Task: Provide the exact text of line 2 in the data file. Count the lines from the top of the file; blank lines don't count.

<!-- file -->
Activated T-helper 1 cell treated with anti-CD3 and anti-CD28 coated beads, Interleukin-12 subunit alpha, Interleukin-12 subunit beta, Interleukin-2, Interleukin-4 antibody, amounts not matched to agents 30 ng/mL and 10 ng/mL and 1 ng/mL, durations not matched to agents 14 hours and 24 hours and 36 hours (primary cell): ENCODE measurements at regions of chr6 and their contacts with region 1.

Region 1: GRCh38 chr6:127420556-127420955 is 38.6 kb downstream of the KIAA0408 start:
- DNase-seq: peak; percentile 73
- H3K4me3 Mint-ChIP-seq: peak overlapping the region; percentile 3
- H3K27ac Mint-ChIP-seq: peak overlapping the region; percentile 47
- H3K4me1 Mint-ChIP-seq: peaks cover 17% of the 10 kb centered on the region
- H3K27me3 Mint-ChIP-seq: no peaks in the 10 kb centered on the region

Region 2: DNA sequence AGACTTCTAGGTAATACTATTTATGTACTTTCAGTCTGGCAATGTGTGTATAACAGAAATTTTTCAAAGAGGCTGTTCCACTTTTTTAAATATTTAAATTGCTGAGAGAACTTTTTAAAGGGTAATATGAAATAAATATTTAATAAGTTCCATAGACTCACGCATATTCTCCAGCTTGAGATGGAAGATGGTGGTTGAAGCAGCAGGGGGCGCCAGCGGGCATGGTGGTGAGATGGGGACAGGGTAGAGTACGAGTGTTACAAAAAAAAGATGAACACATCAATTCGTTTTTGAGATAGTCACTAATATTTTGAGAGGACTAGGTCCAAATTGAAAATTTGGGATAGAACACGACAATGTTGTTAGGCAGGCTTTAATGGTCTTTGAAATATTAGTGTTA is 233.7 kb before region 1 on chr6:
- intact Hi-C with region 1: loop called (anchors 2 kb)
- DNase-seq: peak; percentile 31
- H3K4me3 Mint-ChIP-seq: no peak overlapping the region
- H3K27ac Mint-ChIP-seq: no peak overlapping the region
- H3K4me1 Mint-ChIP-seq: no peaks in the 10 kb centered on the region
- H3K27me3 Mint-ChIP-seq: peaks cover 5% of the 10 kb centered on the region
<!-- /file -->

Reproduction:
Region 1: GRCh38 chr6:127420556-127420955 is 38.6 kb downstream of the KIAA0408 start: